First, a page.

Emergencies Act inquiry: Key moments in Freeland’s testimony

On the penultimate day of the Emergency Public Order Commission hearings, Deputy Prime Minister and Finance Minister Chrystia Freeland spoke, testifying to her role in shaping the measures economic emergencies that came into effect when the federal government invoked the Emergencies Act.

Freeland told the commission about conversations she had with senior US officials about the severe strain the “Freedom Convoy” border blockades were having on the auto sector, recalled with some emotion a crucial appeal she had had with banks and sought to explain why she felt last winter’s protests were “an attack on democracy”.

Here are some takeaways from Freeland’s testimony.

WHITE HOUSE “VERY, VERY, VERY CONCERNED”

The main point that Freeland sought to convey through his testimony was how seriously concerned senior US officials were about the impact of the “Freedom Convoy” border protests and blockades on cross-border trade and major chains of supply between Canada and the United States. Repeatedly citing the auto manufacturing sector as a key example, Freeland testified that the federal government was concerned that border closures would have long-term effects on Canadian businesses.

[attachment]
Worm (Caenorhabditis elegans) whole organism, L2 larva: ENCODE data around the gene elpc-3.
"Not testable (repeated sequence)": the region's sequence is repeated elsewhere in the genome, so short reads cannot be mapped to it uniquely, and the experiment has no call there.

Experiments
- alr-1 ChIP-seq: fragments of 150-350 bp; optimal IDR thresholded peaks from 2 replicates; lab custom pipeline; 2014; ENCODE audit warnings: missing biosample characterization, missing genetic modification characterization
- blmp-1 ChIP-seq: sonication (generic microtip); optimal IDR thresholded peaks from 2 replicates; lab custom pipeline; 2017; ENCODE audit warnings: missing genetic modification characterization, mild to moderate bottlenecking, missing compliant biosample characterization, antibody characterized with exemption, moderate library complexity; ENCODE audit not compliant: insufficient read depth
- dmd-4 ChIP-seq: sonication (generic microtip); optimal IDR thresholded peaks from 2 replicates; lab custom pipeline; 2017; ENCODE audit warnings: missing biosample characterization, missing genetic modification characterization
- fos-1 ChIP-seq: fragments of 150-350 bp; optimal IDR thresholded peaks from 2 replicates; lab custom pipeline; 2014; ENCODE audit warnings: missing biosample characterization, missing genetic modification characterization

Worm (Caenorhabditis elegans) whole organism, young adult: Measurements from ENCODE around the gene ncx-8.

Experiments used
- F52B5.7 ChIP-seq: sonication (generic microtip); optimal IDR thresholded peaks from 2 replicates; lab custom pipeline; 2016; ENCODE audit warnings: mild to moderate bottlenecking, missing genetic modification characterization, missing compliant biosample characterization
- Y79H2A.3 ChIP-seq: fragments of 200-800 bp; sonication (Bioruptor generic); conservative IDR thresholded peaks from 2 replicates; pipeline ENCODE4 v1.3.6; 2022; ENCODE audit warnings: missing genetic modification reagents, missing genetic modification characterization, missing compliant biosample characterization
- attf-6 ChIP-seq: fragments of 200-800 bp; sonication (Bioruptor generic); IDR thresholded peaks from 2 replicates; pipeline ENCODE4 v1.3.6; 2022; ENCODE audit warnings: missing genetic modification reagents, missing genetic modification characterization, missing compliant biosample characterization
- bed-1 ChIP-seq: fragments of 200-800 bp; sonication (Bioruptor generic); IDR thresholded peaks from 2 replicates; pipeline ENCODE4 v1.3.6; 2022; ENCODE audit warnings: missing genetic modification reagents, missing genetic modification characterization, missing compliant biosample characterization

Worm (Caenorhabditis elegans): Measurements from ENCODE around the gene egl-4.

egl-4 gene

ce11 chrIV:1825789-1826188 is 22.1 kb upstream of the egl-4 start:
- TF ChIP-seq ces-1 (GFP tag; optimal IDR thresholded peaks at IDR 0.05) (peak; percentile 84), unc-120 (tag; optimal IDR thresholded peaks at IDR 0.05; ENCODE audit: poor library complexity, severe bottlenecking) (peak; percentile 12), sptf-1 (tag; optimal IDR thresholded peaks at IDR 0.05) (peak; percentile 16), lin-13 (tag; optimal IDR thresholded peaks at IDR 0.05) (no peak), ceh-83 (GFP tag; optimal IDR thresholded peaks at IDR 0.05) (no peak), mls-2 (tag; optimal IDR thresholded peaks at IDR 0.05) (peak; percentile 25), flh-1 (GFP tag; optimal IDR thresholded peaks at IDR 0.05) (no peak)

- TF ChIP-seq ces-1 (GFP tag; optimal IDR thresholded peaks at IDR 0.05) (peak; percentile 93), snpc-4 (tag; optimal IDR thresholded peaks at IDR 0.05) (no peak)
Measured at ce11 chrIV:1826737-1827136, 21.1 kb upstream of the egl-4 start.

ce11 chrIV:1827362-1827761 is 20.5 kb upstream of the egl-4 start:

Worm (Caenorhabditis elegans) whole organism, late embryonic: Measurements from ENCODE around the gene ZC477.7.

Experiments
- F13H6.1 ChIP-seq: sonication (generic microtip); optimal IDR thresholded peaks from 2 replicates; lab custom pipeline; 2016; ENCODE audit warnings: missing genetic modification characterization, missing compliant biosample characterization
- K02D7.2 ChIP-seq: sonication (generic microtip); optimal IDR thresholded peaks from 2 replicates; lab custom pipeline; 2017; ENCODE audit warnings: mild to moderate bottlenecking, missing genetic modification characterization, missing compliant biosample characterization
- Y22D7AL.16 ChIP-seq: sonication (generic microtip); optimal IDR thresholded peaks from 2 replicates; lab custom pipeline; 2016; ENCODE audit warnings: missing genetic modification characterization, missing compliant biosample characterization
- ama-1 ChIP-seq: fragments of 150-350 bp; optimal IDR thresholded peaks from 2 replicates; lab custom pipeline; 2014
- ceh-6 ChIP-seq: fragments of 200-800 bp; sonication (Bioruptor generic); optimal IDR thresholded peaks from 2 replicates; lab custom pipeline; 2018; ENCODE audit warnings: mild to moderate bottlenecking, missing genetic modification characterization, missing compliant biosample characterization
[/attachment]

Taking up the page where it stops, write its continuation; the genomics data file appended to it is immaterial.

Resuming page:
During her testimony, Freeland was asked about a Feb. 10 email she wrote to senior federal officials following a phone call she had with the White House director of the Council. National Economics, Brian Deese.

According to Freeland’s email, US President Joe Biden’s top economic policy adviser called her and was “very, very, very worried” about the Ambassador Bridge border blockade. “If this is not resolved within the next 12 hours, all of their northeast auto plants will close,” Freeland wrote, indicating the couple would speak daily until this is “resolved.”

Here’s what Freeland then told the commission about that interaction.